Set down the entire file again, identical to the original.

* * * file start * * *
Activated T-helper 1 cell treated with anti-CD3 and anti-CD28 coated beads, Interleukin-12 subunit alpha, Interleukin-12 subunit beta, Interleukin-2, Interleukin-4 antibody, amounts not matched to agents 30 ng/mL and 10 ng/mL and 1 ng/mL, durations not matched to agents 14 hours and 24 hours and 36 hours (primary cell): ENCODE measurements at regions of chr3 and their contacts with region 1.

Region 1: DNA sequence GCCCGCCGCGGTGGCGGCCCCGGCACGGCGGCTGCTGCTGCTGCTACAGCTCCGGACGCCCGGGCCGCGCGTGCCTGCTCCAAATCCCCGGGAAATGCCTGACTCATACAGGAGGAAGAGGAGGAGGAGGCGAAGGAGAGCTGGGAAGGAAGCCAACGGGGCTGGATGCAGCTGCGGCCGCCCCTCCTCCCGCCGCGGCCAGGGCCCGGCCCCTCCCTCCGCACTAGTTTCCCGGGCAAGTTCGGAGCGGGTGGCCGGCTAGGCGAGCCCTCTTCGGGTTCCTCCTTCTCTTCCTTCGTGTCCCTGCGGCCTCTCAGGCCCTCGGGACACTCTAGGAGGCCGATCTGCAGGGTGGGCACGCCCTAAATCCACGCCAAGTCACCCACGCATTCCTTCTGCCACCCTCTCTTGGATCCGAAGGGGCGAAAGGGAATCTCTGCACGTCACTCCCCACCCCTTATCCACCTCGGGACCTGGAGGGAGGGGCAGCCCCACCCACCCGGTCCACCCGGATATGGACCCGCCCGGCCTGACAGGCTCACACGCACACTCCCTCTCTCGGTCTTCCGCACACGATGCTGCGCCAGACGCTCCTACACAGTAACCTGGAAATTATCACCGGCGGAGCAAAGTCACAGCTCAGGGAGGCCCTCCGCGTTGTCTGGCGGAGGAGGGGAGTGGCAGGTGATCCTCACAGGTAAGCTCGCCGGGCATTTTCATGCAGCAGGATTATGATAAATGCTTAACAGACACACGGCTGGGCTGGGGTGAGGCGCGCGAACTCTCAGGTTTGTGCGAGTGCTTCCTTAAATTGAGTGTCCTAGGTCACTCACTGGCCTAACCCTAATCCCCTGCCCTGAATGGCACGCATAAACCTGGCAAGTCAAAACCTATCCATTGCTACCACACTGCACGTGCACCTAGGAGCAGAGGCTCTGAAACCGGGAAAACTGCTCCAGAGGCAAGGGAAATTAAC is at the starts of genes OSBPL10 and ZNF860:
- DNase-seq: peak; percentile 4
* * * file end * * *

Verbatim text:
Activated T-helper 1 cell treated with anti-CD3 and anti-CD28 coated beads, Interleukin-12 subunit alpha, Interleukin-12 subunit beta, Interleukin-2, Interleukin-4 antibody, amounts not matched to agents 30 ng/mL and 10 ng/mL and 1 ng/mL, durations not matched to agents 14 hours and 24 hours and 36 hours (primary cell): ENCODE measurements at regions of chr3 and their contacts with region 1.

Region 1: DNA sequence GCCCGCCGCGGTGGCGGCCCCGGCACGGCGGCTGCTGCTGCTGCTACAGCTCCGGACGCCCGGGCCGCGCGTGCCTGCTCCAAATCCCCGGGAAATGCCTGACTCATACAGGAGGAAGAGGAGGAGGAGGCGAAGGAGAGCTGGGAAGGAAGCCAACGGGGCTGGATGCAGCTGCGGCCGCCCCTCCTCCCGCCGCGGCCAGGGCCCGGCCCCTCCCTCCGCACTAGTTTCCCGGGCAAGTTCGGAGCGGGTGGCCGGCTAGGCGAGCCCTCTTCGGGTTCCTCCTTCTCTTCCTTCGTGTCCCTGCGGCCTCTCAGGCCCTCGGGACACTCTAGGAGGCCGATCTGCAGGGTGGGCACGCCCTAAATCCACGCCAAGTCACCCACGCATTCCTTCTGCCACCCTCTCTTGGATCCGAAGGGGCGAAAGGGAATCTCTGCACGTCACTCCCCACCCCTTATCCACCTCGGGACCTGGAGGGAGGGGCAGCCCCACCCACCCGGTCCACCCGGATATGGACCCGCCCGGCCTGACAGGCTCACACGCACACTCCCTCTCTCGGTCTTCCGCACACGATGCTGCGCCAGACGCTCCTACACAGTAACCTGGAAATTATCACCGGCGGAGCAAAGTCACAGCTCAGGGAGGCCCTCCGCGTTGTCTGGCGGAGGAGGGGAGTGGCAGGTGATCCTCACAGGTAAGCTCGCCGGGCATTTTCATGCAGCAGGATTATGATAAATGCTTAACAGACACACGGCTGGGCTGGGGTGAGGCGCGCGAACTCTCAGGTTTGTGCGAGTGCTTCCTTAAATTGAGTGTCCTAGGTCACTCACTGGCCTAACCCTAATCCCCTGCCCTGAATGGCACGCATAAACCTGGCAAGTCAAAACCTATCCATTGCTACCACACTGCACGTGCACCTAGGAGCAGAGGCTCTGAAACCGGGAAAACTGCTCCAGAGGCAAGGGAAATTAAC is at the starts of genes OSBPL10 and ZNF860:
- DNase-seq: peak; percentile 4